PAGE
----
Love Letters to Paris: What our travel writers love about the City of Lights
France travel special
Published 15/05/2016 | 02:30
Six months since the Paris terror attacks, our writers reflect on the enduring appeal of one of the world's great cities.
Katie Byrne: 'I once stayed up until 7am writing a short story…'
There's something about Paris that inspires creativity. Perhaps its front-facing, people-watching café culture adds ink to the well. Or perhaps the ghosts of Proust and Balzac make this city the eternal muse.
Either way, I once stayed up until 7am writing a short story during a stay in the City of Light. I generally can't get past the first paragraph...
If there is something in the ether in Paris that invigorates the artist, then Saint-Germain-des-Prés is the source. It's golden hour all day long in the erstwhile stomping ground of Oscar Wilde. Spots like Café de Flore (cafedeflore.fr) make it all the more enticing.
When I get a little too intoxicated by Paris - and drunk on the idea that I'm going to move there right now, this very minute - I take a breather in The Chapel of Our Lady of the Miraculous Medal on the Rue du Bac (chapellenotredamedelamedaillemiraculeuse.com). My shoulders come down from around my ears the moment I walk through the doors.
Of course, it would be blasphemous not to mention the fashion. Some of my favourite labels - Iro, Vanessa Bruno and Isabel Marant - were born in Paris, and I always pop into the Chantal Thomass lingerie boutique on Rue Saint Honor (chantalthomass.com; trust me on this one).
Thierry Lasry sunglasses are a more recent distraction. He's opening a flagship store on Rue du Four this month (thierrylasry.com). It's just a short walk from Café de Flore, so I may as well stop in for another coffee...
Bairbre Power: 'It's like walking into a Toulouse-Lautrec painting…'
Culture, cuisine and gourmand Parisian experiences make the French capital one of my favourite destinations to visit and if I only have a few hours, I'll swing by Galeries Lafayette (galerieslafayette.com) on Boulevard Haussmann for a look at its international fashion edit under the light-filled, stained glass cupola.
Across the road on Rue Scribe (where the bus for Charles de Gaulle Airport departs), you'll find the Japanese store Uniqlo (uniqlo.com) - its ultra-light down jackets and coats are definitely worth a look.
If you find yourself dining alone and don't want to spend the night swiping Twitter in some restaurant, go savour the spectacle and theatre of the historic dining room at Le Bouillon Chartier (bouillon-chartier.com), also in the 9ème arrondissement.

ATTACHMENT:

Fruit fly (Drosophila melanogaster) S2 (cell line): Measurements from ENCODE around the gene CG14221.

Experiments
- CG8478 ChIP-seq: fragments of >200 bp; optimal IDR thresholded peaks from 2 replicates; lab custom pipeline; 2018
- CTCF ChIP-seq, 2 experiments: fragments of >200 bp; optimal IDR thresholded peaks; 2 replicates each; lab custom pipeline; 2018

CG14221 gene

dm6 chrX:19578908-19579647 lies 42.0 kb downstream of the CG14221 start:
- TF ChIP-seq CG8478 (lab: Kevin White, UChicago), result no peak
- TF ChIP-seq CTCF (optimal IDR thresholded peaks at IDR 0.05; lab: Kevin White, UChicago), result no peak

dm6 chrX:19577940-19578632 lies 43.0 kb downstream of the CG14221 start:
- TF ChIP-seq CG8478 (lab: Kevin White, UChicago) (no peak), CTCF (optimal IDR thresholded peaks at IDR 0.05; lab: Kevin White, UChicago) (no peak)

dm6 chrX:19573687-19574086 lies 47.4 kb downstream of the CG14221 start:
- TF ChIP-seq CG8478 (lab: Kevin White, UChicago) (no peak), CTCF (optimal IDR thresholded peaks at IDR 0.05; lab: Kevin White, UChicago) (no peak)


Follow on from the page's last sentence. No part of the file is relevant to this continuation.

Be warned, this is not a place for hardcore foodies. This is basic, brasserie food where starters are priced from less than €2. It gets very mixed reviews and waiters can be notoriously rude, but when they scribble your bill on the paper tablecloth, you'll be surprised at how cheap it is. Maybe it's the vin rosé, but I giggle at the sideshows around me. It's like nothing else I know in Paris - going there is like walking into a Toulouse-Lautrec painting.
Pól Ó Conghaile: 'The magic is never more than a street corner away…'
I didn't fall head over heels for Paris. At first, I didn't even fall for it. I arrived by bus from Germany, taking a spur-of-the-moment notion as a student summering overseas. I learned a lot. Never to order a drink on the Champs-Élysées. Never to arrive without a hotel sorted. To laugh off snotty service. That it is impossible to 'do' the Louvre (louvre.fr).
Still, something stuck. I loved the syrupy sound of those accents; the whiff of fresh baking outside the boulangeries; the men and women who brushed by with an enchanting insouciance; the gigantic clocks on the fifth floor of the Musée d'Orsay (musee-orsay.fr), framing views of the Sacré Cœur just a short walk from Degas's dancers and Cezannes' apples.
Paris doesn't give itself easily. It doesn't come to you. Like New York, the distances between neighbourhoods can be surprising. The cuisine which once made it the envy of the world has lost ground to London, Tokyo, Copenhagen and Spain. It can be a maddening place. Yet despite all of this, the magic is never more than a street corner away.
For me, this is something I've come to appreciate over several visits.